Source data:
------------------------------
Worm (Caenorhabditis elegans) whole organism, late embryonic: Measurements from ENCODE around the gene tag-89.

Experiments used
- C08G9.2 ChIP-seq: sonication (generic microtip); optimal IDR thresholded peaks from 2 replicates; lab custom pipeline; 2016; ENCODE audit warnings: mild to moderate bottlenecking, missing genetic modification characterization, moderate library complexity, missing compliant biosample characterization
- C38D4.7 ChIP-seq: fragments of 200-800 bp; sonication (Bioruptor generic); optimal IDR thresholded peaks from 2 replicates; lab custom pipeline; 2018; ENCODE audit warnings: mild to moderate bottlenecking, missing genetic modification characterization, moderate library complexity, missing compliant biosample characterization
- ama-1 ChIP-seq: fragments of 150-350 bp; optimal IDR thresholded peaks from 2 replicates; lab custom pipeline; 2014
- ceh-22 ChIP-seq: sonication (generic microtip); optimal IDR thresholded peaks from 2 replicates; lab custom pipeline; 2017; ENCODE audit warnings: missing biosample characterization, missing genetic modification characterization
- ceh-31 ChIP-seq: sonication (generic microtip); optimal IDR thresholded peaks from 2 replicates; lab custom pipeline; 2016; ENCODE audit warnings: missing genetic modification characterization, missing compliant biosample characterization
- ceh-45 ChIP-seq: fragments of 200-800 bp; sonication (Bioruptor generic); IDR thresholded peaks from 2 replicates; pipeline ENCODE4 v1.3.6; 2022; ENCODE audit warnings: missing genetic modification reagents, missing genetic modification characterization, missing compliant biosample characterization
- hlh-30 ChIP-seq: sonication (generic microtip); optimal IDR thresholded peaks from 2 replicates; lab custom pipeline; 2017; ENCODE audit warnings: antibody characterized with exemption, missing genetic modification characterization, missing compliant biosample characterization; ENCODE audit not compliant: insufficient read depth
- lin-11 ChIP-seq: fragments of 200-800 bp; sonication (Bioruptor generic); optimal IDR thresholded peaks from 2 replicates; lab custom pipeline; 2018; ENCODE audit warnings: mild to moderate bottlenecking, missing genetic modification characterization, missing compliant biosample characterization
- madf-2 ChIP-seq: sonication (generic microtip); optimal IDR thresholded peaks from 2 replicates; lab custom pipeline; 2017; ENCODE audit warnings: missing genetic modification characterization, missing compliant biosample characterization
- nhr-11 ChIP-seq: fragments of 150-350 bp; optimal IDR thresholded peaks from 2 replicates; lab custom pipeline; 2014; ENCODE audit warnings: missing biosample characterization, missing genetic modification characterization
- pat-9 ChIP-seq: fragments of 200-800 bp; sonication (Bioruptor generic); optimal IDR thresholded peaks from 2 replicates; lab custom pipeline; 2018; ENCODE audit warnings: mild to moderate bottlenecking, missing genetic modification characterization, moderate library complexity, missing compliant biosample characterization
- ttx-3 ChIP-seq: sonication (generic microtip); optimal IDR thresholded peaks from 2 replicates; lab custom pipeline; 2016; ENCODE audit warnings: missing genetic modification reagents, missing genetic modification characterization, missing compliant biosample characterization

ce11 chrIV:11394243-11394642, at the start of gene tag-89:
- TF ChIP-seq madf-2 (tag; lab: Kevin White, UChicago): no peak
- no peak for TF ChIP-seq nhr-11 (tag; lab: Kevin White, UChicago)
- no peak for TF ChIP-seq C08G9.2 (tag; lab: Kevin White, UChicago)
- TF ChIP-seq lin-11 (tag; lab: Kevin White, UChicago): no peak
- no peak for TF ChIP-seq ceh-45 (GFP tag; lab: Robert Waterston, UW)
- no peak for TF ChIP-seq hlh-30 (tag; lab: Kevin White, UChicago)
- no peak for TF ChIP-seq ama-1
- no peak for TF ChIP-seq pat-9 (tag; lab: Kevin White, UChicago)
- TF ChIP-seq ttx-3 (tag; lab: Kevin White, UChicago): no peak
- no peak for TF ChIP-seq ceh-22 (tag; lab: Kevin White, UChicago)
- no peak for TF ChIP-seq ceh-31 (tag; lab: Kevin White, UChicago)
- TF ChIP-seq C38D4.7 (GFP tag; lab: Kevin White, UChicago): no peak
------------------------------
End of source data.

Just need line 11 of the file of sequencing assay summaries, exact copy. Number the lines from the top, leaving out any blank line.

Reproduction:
- madf-2 ChIP-seq: sonication (generic microtip); optimal IDR thresholded peaks from 2 replicates; lab custom pipeline; 2017; ENCODE audit warnings: missing genetic modification characterization, missing compliant biosample characterization